By Army Sgt. 1st Class Scott Maynard
Special to American Forces Press Service
April 17, 2008 - Soldiers from 203rd Brigade Support Battalion here tested their soldiering skills in a series of physical and mental tests known as the "Eagle Challenge" earlier this month. The April 6 challenge tested physical endurance with a 1-mile run with rifles; a four-and-a-half-mile foot march, which included stops to test general soldiering knowledge and unit history; a 30-minute physical fitness and agility session; and four testing stations that evaluated soldiers' ability to treat casualties; disassemble and assemble a rifle, perform a functions check then load it; and make a radio check.
"It's not all soldiers' common task training in the challenge," said Army 1st Lt. Natassia Fay, the battalion logistician. "There are rules that must be followed, as well."
The rules stipulated that contestants could compete as individuals or teams, there was to be no use of rank during the challenge and no disputes with the cadre, and a positive attitude had to be maintained.
Mission requirements prevented many soldiers in the unit from participating, but 48 out of 250 available soldiers prequalified and took on the team-building event.
Battalion Commander Lt. Col. Kelly J. Lawler, addressed the soldiers, known as "crows," before the event began.
"Thank you for participating in the Eagle Challenge,' Lawler said. "Right now you are a 'crow,' but by the end of the day some of you will be 'Eagles.' You are the reason for this battalion's success, and for that I thank you. ... I have my 'buckle.' I want you to have yours."
The sign of an "Eagle" is a brass belt buckle with the head of an eagle wrapped in the words, "203rd Brigade Support Battalion, Eagle Challenge, Support and Defend, 3rd Infantry Division."
"You will be proud to wear your belt buckle after today's challenge," Lawler said. "Other soldiers will ask where you earned it, and you can tell them FOB Hammer, Iraq."
The crows were herded off to have their rucksacks inventoried, and the challenge began.
"Hurry up Crows, get those rucks emptied out," barked Capt. Fenicia L. Jackson, the battalion operations officer.
"Crows! You are not moving fast enough; front-leaning rest position, move!" she shouted, putting the soldiers in the familiar push-up position.
After the soldiers warmed up for the 1-mile run with Jackson, she inventoried the gear, had them load it up in a truck, and moved them to the starting line.
Lawler was there waiting for the group.
"Are you warmed up, Crows?" Lawler asked.
"Maybe another warm-up exercise will get you ready! The side-straddle hop; ready, exercise one, two, three!" he said, using the Army term for jumping-jacks.
After the soldiers finished the exercises, Lawler sent them running in the sun. Some left with smiles, some with frowns and many with a set jaw and determined look.
Once the run was complete, the contestants put on their rucksacks and moved on to the foot march. Sgt. Michael Decker, was in the lead, with Spc. Clinton Biddle close behind. They were followed by team "Wolfpack," which consisted of Sgt. Paul Zadzura, Spc. Mark Shaheer and Spc. Louis Pinault.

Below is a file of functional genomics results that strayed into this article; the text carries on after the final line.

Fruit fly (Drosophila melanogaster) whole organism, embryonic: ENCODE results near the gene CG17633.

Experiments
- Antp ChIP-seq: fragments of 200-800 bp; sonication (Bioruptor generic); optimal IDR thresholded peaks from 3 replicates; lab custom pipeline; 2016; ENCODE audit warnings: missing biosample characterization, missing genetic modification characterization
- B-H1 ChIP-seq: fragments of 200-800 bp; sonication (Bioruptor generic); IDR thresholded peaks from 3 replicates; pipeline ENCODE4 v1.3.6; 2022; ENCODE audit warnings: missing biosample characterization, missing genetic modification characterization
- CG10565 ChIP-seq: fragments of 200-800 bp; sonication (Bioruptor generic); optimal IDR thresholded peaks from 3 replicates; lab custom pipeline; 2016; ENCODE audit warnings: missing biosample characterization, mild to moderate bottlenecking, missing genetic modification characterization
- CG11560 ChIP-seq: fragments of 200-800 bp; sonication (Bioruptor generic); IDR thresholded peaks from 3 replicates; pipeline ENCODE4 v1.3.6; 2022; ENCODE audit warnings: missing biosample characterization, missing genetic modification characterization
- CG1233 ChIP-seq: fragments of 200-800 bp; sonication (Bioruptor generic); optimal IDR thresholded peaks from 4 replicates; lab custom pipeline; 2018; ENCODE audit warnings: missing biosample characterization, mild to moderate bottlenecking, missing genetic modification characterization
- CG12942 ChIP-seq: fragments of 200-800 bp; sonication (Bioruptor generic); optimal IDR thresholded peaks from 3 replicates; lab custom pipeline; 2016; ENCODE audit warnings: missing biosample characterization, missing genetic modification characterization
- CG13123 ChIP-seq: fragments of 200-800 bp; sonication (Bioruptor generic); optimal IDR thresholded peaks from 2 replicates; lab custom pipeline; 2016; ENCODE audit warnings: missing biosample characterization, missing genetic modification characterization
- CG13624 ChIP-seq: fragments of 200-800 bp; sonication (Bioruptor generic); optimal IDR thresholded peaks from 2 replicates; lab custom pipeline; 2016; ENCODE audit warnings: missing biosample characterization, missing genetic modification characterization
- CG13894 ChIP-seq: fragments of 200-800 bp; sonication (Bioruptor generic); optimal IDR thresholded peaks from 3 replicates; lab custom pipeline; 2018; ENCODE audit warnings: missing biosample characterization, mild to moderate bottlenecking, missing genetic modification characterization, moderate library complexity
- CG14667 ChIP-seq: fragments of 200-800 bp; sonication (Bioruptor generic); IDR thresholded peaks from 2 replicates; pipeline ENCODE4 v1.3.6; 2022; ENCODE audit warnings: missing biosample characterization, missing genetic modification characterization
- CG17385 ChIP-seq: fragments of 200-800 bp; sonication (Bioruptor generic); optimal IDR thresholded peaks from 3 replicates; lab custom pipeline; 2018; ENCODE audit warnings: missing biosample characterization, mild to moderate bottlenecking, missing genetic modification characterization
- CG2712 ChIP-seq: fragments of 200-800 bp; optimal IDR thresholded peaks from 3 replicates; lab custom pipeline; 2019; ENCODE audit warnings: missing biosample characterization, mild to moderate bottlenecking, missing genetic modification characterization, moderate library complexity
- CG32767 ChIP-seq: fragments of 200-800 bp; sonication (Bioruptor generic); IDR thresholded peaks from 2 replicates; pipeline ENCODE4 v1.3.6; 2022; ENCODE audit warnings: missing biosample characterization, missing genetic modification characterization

After the march, the leader board remained the same. Decker stayed out in front; Biddle a close second; and Staff Sgt. Willie Farrisin third place for the singles competition. Team Wolfpack led in the team category; the leader board remained the same for the rest of the events.
The march was followed by a mandatory rest period at the home station.
However no one got any rest.
Behind the break area lurked a giant water truck. The competitors were soon drenched and covered in mud.
"I didn't see that coming," said Sgt. 1st Class Perry Flournoy. "It felt good at first. I was hot and sweaty after moving out with that ruck on. Next thing I know, we were covered in mud."
The 30-minute 'mandatory break' turned into an exercise in discipline, dedication and motivation in which soldiers had to demonstrate low- and high-crawl techniques.
"At that point we were half way through. I have never been a quitter; I wasn't going to start then," said Flournoy, who was elected the event's Most Valuable Player by the cadre. "By the time the break was over, I needed a break. My [protective goggles were] covered in mud, which meant I was covered in mud."
After the "break," contestants were released to the testing stations according to the time they came in to home station.
Wet and dripping with mud, the crows took their score sheets and were directed from station to station by the cadre. At each station, they dried out a little more, until they finished the challenge.
"I knew this team had what it takes to win," said Zadzura, a member of the Wolfpack. "We pushed each other hard. ... We won together."
The day capped off with a banquet to award the soldiers their belt buckles and recognize the winners with Army Achievement Medals.
The event started with 48 Crows and finished with 48 Eagles earning their right of passage - an Eagle Challenge belt buckle.
The day was best described by Capt. Emanuel Velez, the commander of Company A.
"For a few moments today; I forgot I was in Iraq, he said.
(Army Sgt. 1st Class Scott Maynard is assigned to 3rd Heavy Brigade Combat Team, 3rd Infantry Division.)